Emilie Rusch

Matthew Siegfried wins NSF CAREER Award for Antarctic ice stream research

Siegfried's focus is Whillans Ice Stream in West Antarctica, whose flow has been slowing over the course of several decades
Matt Siegfried sitting with laptop in the snow

Matthew Siegfried, assistant professor of geophysics, has participated in eight field seasons on Whillans Ice Stream, including a 61-day stint that overlapped the start of his job at Colorado School of Mines. (Photo courtesy of Phillipp Arndt/Scripps Institution of Oceanography)

Matthew Siegfried, assistant professor of geophysics at Colorado School of Mines, has received a National Science Foundation CAREER Award for work to improve our understanding of Antarctic ice streams – and their potential impact on global sea level change. 

Ice streams are miles-wide rivers of ice within the larger Antarctic ice sheets that flow at speeds of tens of feet per day and account for most of the ice flow from an ice sheet into the ocean. 

For his CAREER project, which will receive $696,481 in funding over five years, Siegfried will focus on Whillans Ice Stream in West Antarctica, whose flow has been slowing over the course of several decades. The goal of his research is to leverage decades of existing Global Positioning System (GPS) and seismic field data to illuminate what causes the slowing and ultimate shutdown of ice streams like Whillans. 

“Any process that speeds up or slows down the rate at which these ice streams move adjusts the balance between ice gain and loss in Antarctica, impacting coastal communities worldwide,” Siegfried said. “We often focus on processes that make ice move faster—ice-stream stagnation, which most recently occurred in Antarctica about 180 years ago, is studied less often, particularly from an observational perspective.”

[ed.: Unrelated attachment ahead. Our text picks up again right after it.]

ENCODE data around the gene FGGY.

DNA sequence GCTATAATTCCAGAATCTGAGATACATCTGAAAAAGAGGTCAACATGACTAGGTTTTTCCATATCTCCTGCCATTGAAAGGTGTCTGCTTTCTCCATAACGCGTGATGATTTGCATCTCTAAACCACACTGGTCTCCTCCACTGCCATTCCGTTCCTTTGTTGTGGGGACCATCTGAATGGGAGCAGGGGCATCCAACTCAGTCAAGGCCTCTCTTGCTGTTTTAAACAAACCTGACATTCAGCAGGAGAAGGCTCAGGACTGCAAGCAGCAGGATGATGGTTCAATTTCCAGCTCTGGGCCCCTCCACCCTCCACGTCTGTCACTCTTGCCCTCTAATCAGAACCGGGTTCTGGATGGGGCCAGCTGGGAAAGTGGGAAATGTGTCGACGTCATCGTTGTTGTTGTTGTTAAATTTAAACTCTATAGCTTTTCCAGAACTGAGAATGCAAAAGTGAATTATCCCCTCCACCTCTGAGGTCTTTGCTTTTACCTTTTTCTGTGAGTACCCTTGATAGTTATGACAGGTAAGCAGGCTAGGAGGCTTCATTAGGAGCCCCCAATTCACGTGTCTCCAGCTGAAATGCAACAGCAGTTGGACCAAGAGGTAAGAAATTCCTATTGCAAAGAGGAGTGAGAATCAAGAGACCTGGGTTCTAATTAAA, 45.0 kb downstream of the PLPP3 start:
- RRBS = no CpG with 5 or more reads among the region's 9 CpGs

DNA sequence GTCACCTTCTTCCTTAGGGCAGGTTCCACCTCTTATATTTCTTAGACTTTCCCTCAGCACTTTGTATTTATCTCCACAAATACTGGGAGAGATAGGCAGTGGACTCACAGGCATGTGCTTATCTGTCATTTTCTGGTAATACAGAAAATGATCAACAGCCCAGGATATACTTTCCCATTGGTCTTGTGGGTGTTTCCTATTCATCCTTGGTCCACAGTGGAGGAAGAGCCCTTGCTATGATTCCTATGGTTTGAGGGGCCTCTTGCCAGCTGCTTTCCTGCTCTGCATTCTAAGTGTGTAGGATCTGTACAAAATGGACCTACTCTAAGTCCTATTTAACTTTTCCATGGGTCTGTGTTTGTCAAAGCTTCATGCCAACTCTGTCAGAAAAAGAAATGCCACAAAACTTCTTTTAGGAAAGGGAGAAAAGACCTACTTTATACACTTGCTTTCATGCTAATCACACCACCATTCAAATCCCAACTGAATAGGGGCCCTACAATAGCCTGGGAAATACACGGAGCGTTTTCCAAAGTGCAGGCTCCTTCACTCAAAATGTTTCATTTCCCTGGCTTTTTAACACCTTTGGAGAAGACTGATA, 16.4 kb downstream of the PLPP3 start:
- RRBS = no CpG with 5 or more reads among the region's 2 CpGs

Here, Siegfried answers a few more questions about his latest research and the challenges of doing any kind of science in Antarctica’s harsh conditions.  

Q: What is your latest research focused on? 

Siegfried: My latest research draws from a long history of field projects to think about how ice streams change without any external forcing, such as a warming atmosphere or ocean. Ice streams are these huge, miles wide rivers of ice within an ice sheet that flow at speeds of tens of feet per day and account for most of the ice flow from an ice sheet to the ocean. In West Antarctica, there is a set of ice streams along a region called the Siple Coast that for as far back as we can infer change – 1,000-plus years – have been flipping from flowing fast to barely flowing at all due to internal variability of ice flow.  

You can think of this region like a braided river, where streams of water can be redirected into neighboring streams with relative ease. A host of glaciology researchers have been studying the Siple Coast ice streams for the past 30-40 years, identifying past periods when an ice stream would, in the span of a few years to decades, slow down from speeds of 3-5 feet per day to moving less than an inch per day. The last time this occurred was around the time when Martin Van Buren was president, but another ice stream, Whillans Ice Stream, has been slowing down for a few decades now, seemingly primed for a full shutdown.